What is True Right In this Moment?

What is true in this moment

is that I am alive and

there is breath within my lungs,

this sweet air with its hint of sharper days

on a horizon as yet unseen.

What is true is that

this moment will not be the end of me.

It is is merely one in a series

that together make up the painful fact of living.

And though my heart is breaking,

and will likely break again, and again, and again,

it will also keep on beating,

feeling,

and even, in God’s good time,

healing.

Apathy and Me

A few years ago, someone gifted me a copy of a book by Kathleen Norris entitled “Acedia and Me: A Marriage, Monks, and a Writer’s Life.” I considered the tome for all of about 10 minutes before deciding that it had nothing helpful to teach me, after which I set the volume upon my bookshelf where it might begin its task of collecting dust.

How could I have imagined that, in the span of just a few years, I would find myself held in stasis by what Norris describes as a “restless boredom, frantic escapism, commitment phobia, and enervating despair that plagues us today.” I can describe it only as the feeling of being, on the one hand, completely incapable of sitting still or of being alone with myself and my own thoughts, and on the other hand, feeling disturbingly incapacitated and utterly incapable of the fruitful endeavors that previously filled my time.

It has been such an unexpected and unwelcome turn of events that, strangely, I have felt compelled to write (and to write, and to write, and to write some more) about the perturbations that it has stirred up–driven to examine from every angle the ways in which this “scourge of the soul” affects me even as I have found myself nearly incapable of stringing together coherent, written observations for the worshipping community which I serve. Somehow, acedia has managed to simultaneously silence and unfetter my internal voice. It has caged the writer but unleashed the poet.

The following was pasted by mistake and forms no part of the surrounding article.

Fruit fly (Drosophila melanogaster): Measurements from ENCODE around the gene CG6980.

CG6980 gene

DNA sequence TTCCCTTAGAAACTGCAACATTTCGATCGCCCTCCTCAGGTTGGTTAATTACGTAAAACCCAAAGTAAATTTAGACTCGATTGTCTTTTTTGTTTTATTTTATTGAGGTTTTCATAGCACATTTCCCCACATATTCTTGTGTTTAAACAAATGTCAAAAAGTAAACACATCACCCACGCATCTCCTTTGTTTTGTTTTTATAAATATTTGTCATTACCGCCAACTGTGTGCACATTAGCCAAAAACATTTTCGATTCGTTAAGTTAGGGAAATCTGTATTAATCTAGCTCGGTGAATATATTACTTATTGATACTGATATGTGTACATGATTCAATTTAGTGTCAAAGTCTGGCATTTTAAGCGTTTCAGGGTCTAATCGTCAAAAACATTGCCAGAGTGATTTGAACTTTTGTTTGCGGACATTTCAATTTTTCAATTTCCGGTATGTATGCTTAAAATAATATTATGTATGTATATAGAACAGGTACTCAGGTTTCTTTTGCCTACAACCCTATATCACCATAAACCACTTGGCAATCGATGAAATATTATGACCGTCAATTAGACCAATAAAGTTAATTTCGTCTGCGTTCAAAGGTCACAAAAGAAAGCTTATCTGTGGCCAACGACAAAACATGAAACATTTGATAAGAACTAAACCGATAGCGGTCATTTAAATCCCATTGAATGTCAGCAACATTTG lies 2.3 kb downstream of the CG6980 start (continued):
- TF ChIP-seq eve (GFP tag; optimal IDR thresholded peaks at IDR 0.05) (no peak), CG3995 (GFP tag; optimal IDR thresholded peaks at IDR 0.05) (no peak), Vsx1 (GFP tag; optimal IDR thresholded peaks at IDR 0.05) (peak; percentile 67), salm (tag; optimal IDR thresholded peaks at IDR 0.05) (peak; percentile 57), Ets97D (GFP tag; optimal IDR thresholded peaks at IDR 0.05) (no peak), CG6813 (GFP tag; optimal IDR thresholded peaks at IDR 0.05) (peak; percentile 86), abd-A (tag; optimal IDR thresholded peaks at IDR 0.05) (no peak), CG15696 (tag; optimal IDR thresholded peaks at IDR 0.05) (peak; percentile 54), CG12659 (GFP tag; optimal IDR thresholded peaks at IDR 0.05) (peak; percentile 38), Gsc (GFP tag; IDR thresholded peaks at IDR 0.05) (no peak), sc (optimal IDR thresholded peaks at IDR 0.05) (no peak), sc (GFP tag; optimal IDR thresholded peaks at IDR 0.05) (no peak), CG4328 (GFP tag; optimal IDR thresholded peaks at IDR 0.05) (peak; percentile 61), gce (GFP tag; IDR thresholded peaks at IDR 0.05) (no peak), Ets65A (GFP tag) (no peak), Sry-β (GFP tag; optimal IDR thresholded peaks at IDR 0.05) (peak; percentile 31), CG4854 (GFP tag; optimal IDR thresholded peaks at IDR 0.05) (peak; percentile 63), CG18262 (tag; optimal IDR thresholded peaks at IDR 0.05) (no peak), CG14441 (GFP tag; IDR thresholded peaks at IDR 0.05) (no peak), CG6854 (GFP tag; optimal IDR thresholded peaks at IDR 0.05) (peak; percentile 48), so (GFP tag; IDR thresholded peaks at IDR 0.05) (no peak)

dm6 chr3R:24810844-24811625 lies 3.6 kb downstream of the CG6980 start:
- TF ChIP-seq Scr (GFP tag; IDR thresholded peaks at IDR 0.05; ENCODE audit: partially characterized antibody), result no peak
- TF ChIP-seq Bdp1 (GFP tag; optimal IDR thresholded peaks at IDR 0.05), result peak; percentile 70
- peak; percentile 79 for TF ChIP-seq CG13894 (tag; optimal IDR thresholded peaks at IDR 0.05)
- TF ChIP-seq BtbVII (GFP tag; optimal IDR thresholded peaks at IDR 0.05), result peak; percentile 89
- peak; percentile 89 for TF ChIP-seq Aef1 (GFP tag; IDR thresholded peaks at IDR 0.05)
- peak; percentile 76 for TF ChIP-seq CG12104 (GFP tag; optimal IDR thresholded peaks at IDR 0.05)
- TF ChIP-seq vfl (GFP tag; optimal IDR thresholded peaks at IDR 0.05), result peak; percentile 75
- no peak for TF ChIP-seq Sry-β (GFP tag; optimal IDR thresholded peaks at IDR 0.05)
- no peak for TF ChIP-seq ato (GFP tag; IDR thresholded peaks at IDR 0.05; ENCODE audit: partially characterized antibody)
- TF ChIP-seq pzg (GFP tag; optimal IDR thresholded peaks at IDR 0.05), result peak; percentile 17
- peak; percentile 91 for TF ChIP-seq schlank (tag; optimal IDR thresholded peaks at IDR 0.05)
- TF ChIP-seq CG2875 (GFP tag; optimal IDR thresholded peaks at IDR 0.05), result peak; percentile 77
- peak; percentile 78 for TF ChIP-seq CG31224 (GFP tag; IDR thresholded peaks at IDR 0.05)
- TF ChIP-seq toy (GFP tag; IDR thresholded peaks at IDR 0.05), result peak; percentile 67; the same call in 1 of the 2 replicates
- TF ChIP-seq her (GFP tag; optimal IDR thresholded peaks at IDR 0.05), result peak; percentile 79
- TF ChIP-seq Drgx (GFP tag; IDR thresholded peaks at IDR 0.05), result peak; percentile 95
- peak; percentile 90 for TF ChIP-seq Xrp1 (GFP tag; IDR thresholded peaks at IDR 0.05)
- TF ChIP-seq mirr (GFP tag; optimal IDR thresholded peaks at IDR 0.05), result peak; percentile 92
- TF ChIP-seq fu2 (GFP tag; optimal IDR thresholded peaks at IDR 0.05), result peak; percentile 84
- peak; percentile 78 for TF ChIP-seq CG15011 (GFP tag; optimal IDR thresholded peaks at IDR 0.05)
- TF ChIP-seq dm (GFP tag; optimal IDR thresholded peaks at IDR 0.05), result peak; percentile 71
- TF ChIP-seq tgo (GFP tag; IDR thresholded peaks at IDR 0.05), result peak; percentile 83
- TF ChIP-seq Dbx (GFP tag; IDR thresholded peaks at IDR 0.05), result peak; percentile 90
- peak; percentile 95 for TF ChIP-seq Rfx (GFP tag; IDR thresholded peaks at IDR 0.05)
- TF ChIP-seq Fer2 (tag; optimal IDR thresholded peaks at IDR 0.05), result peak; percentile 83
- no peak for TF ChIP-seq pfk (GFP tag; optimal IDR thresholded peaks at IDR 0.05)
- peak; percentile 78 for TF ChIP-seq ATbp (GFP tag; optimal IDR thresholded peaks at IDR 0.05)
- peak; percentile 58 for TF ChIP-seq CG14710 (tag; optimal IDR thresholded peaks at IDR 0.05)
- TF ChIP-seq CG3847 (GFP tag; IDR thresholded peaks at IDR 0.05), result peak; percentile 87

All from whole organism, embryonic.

At first, I mocked my own drive to write more lyrically. I told anyone who might encounter my words that they were “deeply average” and “crappy poetry for beginners.” I think a part of me was (and perhaps still is) disappointed in myself. Whereas before I felt completely in control of my voice, now I experience my writing as deeply vulnerable, needy, and exposed. Because decent poetry resists the urge to explain itself, I have to let it speak on its own terms, and allow others to make their own connections. I have to be okay with the possibility that my own needs, wants, and desires will lay right on the surface, unhidden by fancy turns of phrase.

What has been fascinating is that poetry has in some ways been an antidote to acedia. It has forced me to pay attention to what I am really feeling, right now, right here. I have been made to confront the longings of my heart rather than escape them and to acknowledge the things within me that I am ashamed of, because they cannot be denied. They are a part of me too. Poetry has forced me, in other words, to care about myself. And while that is difficult, agonizing work, it is also deeply necessary, for it is care for the self that lifts us out of our despair, and back into life.

Silence

I will write no more letters

nor will I cast my words upon your silent altar.

Why would I when You do not answer?